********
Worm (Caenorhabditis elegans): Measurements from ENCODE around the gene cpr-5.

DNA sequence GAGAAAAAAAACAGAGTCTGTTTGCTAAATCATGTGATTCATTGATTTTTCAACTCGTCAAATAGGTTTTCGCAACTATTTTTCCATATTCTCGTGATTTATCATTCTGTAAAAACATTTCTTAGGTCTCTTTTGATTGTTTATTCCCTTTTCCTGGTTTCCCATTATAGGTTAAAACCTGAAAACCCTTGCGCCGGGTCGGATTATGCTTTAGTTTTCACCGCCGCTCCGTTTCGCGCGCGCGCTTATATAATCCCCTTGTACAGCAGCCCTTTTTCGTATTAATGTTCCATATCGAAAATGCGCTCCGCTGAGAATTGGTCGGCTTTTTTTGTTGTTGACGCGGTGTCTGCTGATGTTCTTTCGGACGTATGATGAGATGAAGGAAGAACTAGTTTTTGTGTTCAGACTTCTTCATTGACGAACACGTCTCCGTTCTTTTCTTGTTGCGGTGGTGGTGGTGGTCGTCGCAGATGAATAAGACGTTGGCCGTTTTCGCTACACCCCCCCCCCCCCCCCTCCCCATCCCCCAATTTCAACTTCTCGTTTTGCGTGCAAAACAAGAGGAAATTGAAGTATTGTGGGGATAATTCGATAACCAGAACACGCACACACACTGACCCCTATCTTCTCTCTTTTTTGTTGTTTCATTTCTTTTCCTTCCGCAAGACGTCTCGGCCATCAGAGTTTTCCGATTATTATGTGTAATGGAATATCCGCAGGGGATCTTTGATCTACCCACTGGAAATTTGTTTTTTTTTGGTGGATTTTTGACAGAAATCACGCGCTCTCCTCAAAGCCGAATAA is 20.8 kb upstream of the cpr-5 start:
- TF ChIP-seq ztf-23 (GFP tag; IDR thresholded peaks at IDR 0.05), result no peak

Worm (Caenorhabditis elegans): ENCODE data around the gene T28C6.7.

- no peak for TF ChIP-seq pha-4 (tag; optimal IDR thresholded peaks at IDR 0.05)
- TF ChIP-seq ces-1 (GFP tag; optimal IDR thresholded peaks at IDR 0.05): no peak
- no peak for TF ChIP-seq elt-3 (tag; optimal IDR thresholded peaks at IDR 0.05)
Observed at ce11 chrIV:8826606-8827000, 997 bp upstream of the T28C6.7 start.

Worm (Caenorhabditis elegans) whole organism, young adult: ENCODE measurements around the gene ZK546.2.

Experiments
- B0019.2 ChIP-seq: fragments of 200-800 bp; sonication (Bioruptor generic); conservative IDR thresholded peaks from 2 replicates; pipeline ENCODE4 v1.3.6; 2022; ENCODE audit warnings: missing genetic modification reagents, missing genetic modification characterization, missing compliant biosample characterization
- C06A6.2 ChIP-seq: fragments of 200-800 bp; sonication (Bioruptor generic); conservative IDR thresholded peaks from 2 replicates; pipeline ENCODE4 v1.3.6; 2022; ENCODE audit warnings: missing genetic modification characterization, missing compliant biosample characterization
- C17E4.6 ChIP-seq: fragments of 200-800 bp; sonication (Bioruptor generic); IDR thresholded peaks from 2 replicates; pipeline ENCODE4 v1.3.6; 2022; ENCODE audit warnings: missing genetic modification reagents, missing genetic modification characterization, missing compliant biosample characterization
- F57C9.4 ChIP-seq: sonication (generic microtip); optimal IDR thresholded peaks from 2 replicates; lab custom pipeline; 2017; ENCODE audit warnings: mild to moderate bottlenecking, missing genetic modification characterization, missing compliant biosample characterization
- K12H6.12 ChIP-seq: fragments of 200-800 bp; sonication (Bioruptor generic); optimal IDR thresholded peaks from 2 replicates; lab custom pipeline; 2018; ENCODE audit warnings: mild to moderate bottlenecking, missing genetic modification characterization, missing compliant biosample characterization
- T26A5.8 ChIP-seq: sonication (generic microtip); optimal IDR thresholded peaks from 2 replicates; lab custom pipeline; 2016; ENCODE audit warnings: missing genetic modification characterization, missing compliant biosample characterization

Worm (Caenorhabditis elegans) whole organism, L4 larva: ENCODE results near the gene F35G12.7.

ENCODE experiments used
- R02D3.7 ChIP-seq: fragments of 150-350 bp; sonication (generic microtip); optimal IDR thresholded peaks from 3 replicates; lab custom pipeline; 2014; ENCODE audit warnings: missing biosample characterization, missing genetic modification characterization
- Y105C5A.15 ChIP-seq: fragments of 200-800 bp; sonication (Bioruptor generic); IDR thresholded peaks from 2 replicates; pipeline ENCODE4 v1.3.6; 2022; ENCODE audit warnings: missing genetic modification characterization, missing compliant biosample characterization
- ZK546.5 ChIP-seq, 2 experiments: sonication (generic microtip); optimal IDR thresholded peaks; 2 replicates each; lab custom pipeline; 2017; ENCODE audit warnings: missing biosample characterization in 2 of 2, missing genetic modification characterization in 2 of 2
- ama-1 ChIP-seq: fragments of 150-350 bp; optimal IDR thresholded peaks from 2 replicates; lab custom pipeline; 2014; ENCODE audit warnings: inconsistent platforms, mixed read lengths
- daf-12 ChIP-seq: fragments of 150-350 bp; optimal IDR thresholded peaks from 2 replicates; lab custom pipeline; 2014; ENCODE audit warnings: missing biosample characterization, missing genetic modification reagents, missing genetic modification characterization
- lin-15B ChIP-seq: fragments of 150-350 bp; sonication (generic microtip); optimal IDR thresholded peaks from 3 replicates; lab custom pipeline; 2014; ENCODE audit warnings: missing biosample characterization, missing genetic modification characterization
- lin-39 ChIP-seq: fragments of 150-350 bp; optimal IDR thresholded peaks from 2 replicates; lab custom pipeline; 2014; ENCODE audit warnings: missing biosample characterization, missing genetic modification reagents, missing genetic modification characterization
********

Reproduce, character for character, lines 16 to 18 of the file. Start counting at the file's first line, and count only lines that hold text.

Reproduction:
- T26A5.8 ChIP-seq: sonication (generic microtip); optimal IDR thresholded peaks from 2 replicates; lab custom pipeline; 2016; ENCODE audit warnings: missing genetic modification characterization, missing compliant biosample characterization

Worm (Caenorhabditis elegans) whole organism, L4 larva: ENCODE results near the gene F35G12.7.

ENCODE experiments used